Dracula: The truth behind it
Are you being impaled? (Explicit content included)
Being impaled could occur in many different ways according to Vlad. He also tended to torture people in other ways. People had been decapitated, had been skinned alive, dismembered, eviscerated, had their eyes gouged out, or sometimes he would just disfigure them for fun.
He would impale someone either through their anus, or [in a woman's case] their vagina. They would be impaled from the bottom up, which would allow their weight to drag them down, with hours passing before death took place. If you impaled someone through the mouth, Vlad complained that death would come too quickly.
No one could be spared from Vlad's anger, and tyranny. Even his own mistress was disemboweled for lying about being pregnant. It was rumored that he enjoyed torturing and murdering woman and forcing them to do unspeakable things (which I won't go over here, if you really want to know...look it up!)
Dracula versus Vlad
Written in 1897 by Irish author, Bram Stoker, this gothic horror novel sparked generations of terror with this immortal character. Although Stoker did not invent the vampire character, he did create the vampire in its modern form, and truly immortalized its form, inspiring many more characters and interpretations. Many believe that Dracula is based on Vlad the Impaler, but knowing the truth about both might change your mind slightly.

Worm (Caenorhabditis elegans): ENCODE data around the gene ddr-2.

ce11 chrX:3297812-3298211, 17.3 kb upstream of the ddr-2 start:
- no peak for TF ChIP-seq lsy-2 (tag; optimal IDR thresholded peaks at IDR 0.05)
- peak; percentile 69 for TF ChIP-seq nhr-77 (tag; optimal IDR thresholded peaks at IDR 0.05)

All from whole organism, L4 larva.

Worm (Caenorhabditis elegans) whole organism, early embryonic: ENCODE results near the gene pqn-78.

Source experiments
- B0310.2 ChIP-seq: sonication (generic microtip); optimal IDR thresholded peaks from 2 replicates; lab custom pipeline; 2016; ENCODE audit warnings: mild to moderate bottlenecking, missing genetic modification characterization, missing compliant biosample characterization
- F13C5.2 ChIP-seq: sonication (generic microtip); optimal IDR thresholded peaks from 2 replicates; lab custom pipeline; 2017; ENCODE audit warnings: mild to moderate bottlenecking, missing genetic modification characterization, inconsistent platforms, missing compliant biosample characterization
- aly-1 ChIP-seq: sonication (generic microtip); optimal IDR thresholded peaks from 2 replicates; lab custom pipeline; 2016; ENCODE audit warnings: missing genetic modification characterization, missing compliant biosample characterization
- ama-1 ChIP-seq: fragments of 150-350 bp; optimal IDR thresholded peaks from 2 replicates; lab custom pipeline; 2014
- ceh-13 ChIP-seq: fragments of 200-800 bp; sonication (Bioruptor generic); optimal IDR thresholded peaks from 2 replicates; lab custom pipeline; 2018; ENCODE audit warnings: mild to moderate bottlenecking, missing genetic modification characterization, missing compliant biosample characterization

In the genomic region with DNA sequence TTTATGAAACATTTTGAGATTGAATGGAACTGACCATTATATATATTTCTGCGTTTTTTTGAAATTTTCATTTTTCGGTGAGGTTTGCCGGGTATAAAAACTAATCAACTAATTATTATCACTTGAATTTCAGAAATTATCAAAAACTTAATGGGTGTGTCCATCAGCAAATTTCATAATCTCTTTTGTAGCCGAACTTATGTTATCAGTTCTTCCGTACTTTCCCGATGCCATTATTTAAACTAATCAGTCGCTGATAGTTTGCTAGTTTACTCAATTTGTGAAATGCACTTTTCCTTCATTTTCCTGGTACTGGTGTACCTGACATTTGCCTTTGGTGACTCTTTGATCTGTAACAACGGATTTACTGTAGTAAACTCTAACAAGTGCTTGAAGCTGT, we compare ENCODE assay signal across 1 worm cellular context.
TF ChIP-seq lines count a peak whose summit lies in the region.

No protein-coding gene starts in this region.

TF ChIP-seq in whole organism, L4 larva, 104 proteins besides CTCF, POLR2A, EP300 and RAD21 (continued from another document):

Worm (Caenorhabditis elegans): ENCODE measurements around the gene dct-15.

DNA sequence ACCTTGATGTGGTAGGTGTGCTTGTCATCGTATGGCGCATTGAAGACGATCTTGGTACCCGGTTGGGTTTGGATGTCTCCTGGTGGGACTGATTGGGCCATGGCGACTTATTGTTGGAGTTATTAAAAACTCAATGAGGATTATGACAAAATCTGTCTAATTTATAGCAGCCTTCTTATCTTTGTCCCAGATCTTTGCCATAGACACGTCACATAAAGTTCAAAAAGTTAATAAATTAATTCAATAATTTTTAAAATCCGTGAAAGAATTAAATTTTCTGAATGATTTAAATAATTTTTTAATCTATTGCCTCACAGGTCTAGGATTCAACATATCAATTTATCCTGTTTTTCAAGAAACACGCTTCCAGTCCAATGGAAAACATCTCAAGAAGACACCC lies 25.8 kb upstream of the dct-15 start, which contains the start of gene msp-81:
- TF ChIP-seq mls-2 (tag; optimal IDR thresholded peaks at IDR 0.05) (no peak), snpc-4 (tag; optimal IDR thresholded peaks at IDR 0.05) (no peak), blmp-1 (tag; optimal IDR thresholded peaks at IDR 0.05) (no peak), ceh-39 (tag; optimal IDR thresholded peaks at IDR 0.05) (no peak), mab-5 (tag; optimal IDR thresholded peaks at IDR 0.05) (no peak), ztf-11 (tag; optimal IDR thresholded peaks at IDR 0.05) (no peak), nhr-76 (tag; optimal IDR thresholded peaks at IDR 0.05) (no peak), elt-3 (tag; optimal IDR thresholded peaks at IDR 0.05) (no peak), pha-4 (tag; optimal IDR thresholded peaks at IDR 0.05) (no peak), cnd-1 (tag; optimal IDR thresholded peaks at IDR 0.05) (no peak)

If you've never read Dracula, pick it up and read it now. Vampires are not beings that sparkle in the sunlight, or walk around all day and fall in love with little girls (sorry Twilight fans, but it's a joke), but instead they're seductive, dangerous characters, who hunt their people to feed and maintain immortality. However, Stoker's Dracula is quite the seductive character. He is not nearly as sadistic as Vlad the Impaler. He is a character who stalks and seduces his victims to have a somewhat sexual encounter with them in order to feed and kill them. But he is portrayed as a person of interest, a person of fantasy, and an irresistible man to the women he stalks. Vlad the Impaler was a person who killed just to see his own power in front of him and to see the suffering of those who he kills.
Vlad the Impaler had impaled 30,000 merchants for disobeying the laws, and left their bodies outside as a monument, and a reminder, of what would happen if someone disobeyed him. It was also rumored that he had eaten the flesh, and drank the blood, of the enemies he had destroyed while hosting dinner parties next to the freshly impaled bodies. Vlad had arranged his stakes in certain ways, and used different lengths of stakes to show the victims rank, whether wealthy or poor, to show he did not discriminate against anyone.
Vlad the Impaler
Similarities between Dracula and Vlad
- Killing a vampire by driving a stake through his heart is a solid reminder of the impalements that Vlad performed
- Vlad, and Dracula, were both Transylvanian
- Vlad the Impaler lived in a castle, known as Castle Dracula
- Vlad the Impaler is said to have consumed human flesh, and to have drunk human blood. Some also speculate that he suffered from a rare allergy that made him lose control when exposed to blood, as well as crave it